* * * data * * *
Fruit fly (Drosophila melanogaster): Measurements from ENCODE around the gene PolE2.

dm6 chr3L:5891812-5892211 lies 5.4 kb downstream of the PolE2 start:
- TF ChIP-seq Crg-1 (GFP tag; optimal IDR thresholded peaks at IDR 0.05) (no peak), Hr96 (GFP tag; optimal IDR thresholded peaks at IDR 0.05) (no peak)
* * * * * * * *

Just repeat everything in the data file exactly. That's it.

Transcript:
Fruit fly (Drosophila melanogaster): Measurements from ENCODE around the gene PolE2.

dm6 chr3L:5891812-5892211 lies 5.4 kb downstream of the PolE2 start:
- TF ChIP-seq Crg-1 (GFP tag; optimal IDR thresholded peaks at IDR 0.05) (no peak), Hr96 (GFP tag; optimal IDR thresholded peaks at IDR 0.05) (no peak)